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B-lymphocyte signalling abnormalities and lupus immunopathology.

Abstract : Lupus is a complex autoimmune rheumatic disease of unknown aetiology. The disease is associated with diverse features of immunological abnormality in which B-lymphocytes play a central role. However, the cause of atypical B-lymphocyte responses remains unclear. In this article, we provide a synopsis of current knowledge on intracellular signalling abnormalities in B-lymphocytes in lupus and their potential effects on the response of these cells in mouse models and in patients. There are numerous reported defects in the regulation of intracellular signalling proteins and pathways in B-lymphocytes in lupus that, potentially, affect critical biological responses. Most of the evidence for these defects comes from studies of disease models and genetically engineered mice. However, there is also increasing evidence from studying B-lymphocytes from patients and from genome-wide linkage analyses for parallel defects to those observed in mice. These studies provide molecular and genetic explanations for the key immunological abnormalities associated with lupus. Most of the new information appears to relate to defects in intracellular signalling that impact B-lymphocyte tolerance, cytokine production and responses to infections. Some of these abnormalities will be discussed within the context of disease pathogenesis.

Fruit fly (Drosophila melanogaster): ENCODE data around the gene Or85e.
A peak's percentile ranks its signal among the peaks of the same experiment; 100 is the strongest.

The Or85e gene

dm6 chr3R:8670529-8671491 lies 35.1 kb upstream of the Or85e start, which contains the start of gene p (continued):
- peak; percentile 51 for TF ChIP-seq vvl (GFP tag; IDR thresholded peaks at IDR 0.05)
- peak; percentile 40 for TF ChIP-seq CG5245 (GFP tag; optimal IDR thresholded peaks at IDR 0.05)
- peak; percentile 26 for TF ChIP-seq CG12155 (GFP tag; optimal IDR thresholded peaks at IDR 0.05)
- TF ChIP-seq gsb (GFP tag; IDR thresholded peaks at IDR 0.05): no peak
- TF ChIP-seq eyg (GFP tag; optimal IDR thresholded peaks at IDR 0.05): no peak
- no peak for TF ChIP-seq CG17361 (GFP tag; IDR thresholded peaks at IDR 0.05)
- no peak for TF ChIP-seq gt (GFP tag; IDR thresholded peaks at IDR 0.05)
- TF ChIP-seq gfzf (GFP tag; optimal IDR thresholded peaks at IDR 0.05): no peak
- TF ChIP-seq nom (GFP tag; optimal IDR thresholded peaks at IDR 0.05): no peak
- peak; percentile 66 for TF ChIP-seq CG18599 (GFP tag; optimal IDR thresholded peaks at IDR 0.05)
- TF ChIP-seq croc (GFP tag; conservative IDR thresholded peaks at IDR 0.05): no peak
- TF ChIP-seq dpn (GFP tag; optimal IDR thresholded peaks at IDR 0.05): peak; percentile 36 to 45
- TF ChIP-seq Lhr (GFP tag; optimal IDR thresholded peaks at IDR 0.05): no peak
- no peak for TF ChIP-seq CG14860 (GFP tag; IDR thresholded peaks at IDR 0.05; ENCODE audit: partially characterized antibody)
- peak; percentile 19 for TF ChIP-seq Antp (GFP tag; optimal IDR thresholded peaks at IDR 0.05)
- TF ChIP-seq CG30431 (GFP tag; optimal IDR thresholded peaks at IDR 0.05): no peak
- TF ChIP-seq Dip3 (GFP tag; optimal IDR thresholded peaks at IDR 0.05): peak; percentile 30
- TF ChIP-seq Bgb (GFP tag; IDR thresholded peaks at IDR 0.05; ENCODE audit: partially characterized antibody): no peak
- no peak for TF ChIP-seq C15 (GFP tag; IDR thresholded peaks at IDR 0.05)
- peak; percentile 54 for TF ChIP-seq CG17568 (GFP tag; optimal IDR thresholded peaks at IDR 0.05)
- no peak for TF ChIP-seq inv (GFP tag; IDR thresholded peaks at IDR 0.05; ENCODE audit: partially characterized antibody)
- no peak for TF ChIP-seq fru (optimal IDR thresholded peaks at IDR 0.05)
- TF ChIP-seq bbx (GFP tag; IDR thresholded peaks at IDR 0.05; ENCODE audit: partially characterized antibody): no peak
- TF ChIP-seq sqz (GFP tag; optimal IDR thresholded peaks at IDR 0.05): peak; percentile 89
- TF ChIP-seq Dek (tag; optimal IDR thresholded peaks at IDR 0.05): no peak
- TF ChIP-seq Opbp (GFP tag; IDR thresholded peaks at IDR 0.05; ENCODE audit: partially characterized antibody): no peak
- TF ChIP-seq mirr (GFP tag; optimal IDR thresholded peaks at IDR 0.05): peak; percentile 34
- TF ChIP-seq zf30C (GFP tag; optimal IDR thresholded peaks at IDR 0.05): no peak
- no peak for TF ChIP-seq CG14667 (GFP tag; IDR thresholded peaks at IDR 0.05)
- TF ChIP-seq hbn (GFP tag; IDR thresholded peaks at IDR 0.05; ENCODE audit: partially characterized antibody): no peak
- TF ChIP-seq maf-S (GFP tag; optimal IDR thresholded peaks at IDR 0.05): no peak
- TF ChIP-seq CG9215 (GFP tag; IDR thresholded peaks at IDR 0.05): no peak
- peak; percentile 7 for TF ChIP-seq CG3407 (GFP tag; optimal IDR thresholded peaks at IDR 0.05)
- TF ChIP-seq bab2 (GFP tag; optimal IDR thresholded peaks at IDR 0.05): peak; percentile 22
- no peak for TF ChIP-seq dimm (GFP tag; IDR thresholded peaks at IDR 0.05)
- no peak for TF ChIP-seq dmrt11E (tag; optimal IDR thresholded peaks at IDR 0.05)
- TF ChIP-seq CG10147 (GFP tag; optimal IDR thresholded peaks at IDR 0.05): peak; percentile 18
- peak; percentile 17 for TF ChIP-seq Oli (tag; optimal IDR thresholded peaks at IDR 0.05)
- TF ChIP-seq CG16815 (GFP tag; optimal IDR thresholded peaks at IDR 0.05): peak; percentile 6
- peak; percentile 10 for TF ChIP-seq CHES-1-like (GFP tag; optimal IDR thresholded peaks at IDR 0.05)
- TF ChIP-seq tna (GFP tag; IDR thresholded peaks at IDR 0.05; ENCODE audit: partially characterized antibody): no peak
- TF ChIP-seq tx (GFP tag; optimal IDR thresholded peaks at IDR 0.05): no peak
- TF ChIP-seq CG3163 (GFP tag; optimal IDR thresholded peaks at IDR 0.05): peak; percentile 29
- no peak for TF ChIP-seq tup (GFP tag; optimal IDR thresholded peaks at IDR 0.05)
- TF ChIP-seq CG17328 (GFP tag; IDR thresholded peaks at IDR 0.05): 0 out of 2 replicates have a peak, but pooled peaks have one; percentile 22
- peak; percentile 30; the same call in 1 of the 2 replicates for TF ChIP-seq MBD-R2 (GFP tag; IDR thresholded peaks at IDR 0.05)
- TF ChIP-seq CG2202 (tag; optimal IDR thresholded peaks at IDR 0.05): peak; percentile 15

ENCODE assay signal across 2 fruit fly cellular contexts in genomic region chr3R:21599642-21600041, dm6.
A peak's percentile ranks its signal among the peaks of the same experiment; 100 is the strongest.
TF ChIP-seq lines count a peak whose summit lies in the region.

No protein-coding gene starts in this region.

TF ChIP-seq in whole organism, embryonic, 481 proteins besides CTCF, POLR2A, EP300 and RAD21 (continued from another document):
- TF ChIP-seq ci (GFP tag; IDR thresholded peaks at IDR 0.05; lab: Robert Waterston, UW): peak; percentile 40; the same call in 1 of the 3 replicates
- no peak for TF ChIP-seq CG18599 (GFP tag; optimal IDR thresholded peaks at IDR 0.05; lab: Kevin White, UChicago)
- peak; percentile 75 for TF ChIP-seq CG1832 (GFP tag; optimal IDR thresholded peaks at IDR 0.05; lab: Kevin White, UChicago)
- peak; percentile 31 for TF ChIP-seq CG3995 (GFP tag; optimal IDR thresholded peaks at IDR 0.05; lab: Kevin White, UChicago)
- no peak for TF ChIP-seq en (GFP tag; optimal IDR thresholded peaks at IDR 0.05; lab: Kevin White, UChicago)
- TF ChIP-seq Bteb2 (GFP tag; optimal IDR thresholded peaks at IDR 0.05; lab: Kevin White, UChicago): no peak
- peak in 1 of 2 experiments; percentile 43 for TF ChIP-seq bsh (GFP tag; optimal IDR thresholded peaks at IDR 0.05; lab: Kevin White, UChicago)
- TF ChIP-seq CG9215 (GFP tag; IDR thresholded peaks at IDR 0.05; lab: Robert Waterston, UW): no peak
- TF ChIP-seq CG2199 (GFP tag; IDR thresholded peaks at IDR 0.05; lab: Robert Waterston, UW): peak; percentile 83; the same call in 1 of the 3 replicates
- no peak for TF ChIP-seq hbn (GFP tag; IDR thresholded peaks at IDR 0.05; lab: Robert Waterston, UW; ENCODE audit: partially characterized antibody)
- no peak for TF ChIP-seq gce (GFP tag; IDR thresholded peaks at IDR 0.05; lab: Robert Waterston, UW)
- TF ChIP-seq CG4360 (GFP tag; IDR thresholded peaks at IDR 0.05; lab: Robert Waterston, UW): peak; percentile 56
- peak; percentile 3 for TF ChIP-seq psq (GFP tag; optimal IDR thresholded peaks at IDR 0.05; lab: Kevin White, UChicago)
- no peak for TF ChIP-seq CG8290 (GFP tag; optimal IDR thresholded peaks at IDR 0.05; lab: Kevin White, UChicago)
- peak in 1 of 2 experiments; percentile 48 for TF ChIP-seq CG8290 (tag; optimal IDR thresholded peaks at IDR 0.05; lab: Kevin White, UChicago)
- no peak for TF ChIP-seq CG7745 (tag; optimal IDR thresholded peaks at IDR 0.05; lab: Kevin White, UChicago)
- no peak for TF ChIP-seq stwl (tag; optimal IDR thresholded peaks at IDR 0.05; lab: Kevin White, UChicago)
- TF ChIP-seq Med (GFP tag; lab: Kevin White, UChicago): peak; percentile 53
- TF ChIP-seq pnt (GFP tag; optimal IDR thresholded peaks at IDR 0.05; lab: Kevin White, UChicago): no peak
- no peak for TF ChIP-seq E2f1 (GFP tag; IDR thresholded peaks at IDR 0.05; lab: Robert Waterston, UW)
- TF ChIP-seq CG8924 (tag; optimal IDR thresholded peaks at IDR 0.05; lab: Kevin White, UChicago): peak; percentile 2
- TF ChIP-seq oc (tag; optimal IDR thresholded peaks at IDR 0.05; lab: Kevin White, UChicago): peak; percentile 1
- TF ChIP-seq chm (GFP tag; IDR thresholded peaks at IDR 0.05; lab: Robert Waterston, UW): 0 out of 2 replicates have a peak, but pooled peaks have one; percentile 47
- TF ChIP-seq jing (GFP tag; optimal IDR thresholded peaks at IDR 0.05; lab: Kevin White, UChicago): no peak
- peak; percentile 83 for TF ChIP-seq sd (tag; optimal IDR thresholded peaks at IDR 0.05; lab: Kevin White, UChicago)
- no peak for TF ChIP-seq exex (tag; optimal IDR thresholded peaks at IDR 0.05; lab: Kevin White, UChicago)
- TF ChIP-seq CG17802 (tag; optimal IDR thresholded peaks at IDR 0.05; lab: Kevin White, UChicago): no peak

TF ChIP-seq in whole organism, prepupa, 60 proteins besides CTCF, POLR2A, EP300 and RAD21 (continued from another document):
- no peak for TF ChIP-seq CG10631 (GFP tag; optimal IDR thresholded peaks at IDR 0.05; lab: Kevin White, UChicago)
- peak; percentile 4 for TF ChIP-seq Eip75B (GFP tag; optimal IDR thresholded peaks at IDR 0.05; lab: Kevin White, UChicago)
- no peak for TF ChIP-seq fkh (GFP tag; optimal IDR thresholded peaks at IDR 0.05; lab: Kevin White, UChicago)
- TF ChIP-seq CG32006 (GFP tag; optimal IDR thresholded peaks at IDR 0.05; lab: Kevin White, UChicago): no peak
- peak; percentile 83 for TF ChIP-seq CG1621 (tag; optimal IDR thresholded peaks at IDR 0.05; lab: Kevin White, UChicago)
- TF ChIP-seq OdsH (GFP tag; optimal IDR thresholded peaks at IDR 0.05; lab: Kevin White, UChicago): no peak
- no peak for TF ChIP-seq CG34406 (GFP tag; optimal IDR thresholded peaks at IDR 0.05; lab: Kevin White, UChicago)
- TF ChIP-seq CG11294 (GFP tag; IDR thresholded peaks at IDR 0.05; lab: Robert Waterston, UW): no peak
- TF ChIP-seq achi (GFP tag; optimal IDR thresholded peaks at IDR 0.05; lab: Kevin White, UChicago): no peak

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Contributor : Geneviève Michel Connect in order to contact the contributor
Submitted on : Thursday, September 25, 2014 - 2:57:06 PM
Last modification on : Monday, October 11, 2021 - 2:23:08 PM




Taher E Taher, Hawzheen A Muhammad, Edwige Bariller, Fabian Flores-Borja, Yves Renaudineau, et al.. B-lymphocyte signalling abnormalities and lupus immunopathology.. International Reviews of Immunology, 2013, 32 (4), pp.428-44. ⟨10.3109/08830185.2013.788648⟩. ⟨hal-01068361⟩



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